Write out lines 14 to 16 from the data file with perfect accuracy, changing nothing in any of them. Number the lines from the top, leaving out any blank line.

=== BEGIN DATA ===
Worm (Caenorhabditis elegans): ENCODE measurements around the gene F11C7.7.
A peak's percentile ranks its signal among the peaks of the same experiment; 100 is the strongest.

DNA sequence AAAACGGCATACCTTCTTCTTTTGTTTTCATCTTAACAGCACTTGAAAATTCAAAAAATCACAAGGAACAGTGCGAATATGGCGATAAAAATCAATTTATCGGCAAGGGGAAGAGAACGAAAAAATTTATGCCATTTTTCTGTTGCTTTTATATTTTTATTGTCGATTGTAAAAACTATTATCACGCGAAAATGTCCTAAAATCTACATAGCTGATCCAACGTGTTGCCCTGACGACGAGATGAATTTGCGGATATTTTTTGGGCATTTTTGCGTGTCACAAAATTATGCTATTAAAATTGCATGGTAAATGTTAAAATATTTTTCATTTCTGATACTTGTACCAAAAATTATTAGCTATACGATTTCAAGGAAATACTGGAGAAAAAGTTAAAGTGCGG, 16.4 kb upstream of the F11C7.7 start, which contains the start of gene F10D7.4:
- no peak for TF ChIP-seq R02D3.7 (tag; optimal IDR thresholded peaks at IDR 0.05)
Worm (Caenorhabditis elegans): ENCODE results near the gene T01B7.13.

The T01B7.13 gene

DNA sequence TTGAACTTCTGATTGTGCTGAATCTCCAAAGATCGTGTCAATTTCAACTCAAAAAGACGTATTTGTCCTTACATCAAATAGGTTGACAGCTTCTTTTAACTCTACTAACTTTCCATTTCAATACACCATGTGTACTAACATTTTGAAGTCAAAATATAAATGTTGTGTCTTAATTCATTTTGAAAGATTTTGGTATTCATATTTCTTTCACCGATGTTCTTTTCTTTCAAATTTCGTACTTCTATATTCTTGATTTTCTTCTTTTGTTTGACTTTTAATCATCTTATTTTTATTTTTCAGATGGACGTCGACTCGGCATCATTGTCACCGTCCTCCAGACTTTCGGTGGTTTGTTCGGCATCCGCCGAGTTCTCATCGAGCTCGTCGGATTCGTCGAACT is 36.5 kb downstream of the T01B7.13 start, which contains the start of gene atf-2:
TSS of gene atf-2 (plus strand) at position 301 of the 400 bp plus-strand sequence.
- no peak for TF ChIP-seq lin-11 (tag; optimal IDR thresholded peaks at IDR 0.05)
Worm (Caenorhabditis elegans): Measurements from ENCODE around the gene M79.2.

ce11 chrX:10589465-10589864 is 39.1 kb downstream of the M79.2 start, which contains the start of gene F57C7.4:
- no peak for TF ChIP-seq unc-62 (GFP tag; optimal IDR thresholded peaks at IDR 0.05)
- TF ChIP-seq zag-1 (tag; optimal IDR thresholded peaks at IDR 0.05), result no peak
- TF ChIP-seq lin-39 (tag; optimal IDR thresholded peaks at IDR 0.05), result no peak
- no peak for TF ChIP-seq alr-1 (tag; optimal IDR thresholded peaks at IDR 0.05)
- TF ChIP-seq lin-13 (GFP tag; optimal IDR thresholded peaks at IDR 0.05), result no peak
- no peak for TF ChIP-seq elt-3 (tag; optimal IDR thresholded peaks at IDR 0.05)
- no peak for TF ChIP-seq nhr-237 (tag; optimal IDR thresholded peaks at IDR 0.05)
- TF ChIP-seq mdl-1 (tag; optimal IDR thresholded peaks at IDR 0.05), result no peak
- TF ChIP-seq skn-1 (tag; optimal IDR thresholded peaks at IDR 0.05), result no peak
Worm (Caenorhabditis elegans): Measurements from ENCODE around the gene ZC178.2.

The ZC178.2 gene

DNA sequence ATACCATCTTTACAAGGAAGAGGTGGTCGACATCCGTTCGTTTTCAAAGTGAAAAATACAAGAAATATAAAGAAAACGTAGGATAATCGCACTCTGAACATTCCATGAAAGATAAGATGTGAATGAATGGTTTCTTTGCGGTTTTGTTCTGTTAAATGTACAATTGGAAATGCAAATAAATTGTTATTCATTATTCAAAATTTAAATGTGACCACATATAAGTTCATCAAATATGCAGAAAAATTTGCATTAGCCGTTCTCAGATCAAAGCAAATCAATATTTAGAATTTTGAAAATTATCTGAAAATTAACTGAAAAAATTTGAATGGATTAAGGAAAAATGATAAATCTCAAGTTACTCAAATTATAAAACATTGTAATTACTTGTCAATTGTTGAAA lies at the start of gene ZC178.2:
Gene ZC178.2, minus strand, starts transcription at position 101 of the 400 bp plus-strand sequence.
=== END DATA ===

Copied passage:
- TF ChIP-seq lin-39 (tag; optimal IDR thresholded peaks at IDR 0.05), result no peak
- no peak for TF ChIP-seq alr-1 (tag; optimal IDR thresholded peaks at IDR 0.05)
- TF ChIP-seq lin-13 (GFP tag; optimal IDR thresholded peaks at IDR 0.05), result no peak